Mountaintop removal ban killed in Tenn. Senate
NASHVILLE, Tenn. (AP) — Sponsors of a measure to ban mountaintop removal coal mining in Tennessee say they plan to bring the legislation back next year after a Senate panel killed it Wednesday.
The proposal sponsored by Sen. Lowe Finney of Jackson and Rep. Gloria Johnson of Knoxville, both Democrats, failed in the Senate, Energy, Agriculture and Natural Resources Committee for lack of a motion.
"I'm disappointed that the committee did not at least want to talk about it," Finney told reporters outside the hearing room. "We'll be back next year. This is an issue that's not going to go away simply because it did not get a motion this year."
The practice involves blasting apart mountain ridge tops to expose multiple coal seams. The resulting rock and debris is dumped in streams, creating what the industry calls valley fills.
The legislation, called the "Scenic Vistas Protection Act," is similar to others that failed in the past. It would ban any mining that alters ridgelines more than 2,000 feet above sea level. The bill would exclude mines with current mining permits.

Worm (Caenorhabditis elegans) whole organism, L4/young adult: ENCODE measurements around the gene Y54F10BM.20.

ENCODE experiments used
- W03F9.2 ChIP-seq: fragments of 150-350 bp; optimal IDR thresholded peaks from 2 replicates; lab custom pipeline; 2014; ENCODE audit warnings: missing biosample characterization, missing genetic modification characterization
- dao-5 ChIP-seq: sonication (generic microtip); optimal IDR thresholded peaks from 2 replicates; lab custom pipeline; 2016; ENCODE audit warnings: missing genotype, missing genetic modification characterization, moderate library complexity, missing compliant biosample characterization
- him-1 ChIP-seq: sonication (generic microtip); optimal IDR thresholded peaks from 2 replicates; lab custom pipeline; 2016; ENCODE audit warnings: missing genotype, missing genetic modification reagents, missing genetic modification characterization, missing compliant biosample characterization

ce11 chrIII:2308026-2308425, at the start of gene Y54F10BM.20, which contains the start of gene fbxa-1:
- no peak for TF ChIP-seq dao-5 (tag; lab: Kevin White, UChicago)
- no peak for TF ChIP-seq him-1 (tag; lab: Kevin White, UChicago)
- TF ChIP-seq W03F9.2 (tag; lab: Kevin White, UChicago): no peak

Supporters of the legislation say it's necessary because mountaintop removal is harmful to the environment and could hurt the state's tourist industry.
"If we do nothing to protect our mountaintops, we will be left with nothing," Johnson said. "Our irreplaceable mountains will be destroyed ... and our multi-billion dollar tourism industry will be left in shambles."
Lloyd Daugherty is chairman of the Tennessee Conservative Union, the state's oldest conservative group. He said in a news release earlier this week that TCU is "100 percent pro-coal, but our organization does not support destroying our mountain heritage."
Opponents worry the proposal is a first step toward ending Tennessee coal mining. Members of the mining industry crowded into the hearing room on Wednesday to oppose the bill.
"We've got three permits right now that are above 2,000 feet that we are about to go to work on," Tennessee Mining Association President Chuck Laine told reporters after the hearing. "That would have been 350 jobs right there."